Since I have had such a busy week, I made very little progress on the new wolf painting. So I will continue revisiting my trip to Peru from several years ago. I cannot remember whether I wrote about the Oracle of Pacha Kamaq before this.
Pachacamac is a pre-Inca archaeological site about 30 miles south of Lima. It is mostly known for being the home of the Oracle of Pacha Kamaq.
While I was reading about Peru before traveling there, I was intrigued by the story of the Oracle. The Oracle was probably the most sacred pre-Columbian object in South America. People made pilgrimages to the site from far and wide.
The temples and other structures were built between 800 and 1450 CE. Some of these photos were shot in related sites within the city of Lima, (such as this photo in Parque de Las Leyendas).
Black Vultures guarding the eroded temples.
Anyway the story goes that when Pizarro invaded Peru and ruthlessly defeated the Inca empire, he learned of the existence of Pachacamac.
Being a typical conquistador he imagined that the place must be full of gold and other treasures. So he made an arduous journey from the Andes to the coast.
When he arrived he was very disappointed to find no gold.
He sought out the Oracle and when he saw it, he sneered and remarked how ugly it was. He did not bother to loot it or destroy it. The Oracle was already ancient when Pizarro arrived, and it survives today. It is made of wood which has been preserved by the extremely dry climate of coastal Peru which seldom receives rainfall.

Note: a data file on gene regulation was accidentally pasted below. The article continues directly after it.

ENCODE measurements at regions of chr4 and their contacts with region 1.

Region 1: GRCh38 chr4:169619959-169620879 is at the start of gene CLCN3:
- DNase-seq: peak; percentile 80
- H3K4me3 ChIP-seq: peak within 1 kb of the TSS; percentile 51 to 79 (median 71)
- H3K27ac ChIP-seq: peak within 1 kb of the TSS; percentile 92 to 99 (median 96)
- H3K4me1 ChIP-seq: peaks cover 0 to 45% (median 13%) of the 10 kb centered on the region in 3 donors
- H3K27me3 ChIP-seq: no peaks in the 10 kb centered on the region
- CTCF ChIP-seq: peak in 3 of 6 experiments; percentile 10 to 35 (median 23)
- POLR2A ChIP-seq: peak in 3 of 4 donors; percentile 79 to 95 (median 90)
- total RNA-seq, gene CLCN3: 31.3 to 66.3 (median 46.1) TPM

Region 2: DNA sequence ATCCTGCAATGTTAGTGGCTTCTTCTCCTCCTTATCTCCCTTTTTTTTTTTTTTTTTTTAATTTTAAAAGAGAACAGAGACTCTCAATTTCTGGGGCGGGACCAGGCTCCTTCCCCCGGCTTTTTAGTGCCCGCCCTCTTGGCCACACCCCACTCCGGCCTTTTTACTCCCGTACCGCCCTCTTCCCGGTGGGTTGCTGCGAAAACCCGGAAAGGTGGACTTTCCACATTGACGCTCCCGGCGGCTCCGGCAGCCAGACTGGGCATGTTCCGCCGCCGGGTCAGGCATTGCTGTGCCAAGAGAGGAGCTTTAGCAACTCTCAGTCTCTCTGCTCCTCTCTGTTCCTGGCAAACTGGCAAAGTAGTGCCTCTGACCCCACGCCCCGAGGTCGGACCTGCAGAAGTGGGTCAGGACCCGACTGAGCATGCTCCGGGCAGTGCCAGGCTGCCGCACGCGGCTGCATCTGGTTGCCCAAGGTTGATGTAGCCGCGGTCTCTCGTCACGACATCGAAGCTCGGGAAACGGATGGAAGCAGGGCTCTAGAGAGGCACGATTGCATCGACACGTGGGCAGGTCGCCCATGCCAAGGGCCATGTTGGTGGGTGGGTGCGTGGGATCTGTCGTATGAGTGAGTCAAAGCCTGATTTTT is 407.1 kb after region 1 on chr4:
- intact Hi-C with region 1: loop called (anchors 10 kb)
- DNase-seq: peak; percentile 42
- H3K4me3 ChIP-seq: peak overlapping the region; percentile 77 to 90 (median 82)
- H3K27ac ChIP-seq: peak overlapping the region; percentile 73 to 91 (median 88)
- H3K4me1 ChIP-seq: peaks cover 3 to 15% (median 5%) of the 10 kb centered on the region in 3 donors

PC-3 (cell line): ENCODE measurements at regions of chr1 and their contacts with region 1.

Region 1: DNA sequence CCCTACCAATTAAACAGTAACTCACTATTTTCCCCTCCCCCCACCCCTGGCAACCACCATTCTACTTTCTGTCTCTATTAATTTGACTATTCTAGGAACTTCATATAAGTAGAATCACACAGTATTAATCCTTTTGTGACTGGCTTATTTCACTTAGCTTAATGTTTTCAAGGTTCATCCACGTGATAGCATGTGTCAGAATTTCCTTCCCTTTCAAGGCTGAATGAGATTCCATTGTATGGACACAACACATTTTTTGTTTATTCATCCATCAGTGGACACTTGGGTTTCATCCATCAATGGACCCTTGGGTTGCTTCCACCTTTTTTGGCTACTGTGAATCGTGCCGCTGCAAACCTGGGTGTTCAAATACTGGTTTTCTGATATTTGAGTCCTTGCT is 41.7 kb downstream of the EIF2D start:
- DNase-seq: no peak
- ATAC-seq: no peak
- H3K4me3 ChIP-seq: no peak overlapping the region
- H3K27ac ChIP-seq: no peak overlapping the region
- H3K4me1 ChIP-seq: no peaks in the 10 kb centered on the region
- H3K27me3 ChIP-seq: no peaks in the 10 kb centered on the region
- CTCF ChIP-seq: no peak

I was intrigued by all of this and I really wanted to see it. This photo is one that I stole off the internet. It shows only the top portion of the Oracle which sits atop a long pole. When I was there I asked where I could go to see it. I was told that it was off display because it was undergoing restoration. Great disappointment for me, just like Pizarro.
To my eyes there is a remarkable resemblance between it and Polynesian carvings. In spite of what science claims, I believe that there must be some connection between the two cultures, especially since in the local mythology, people first came to Peru in boats from the sea.
Anyway I got to see some good birds like these Peruvian Thick-knees. They are large nocturnal shorebirds. They rose up from the sand about 20 feet in front of me. If they had not moved I would never have seen them.
A Saffron Finch at Parque de Las Leyendas.
A Blue-black Grassquit at the same place.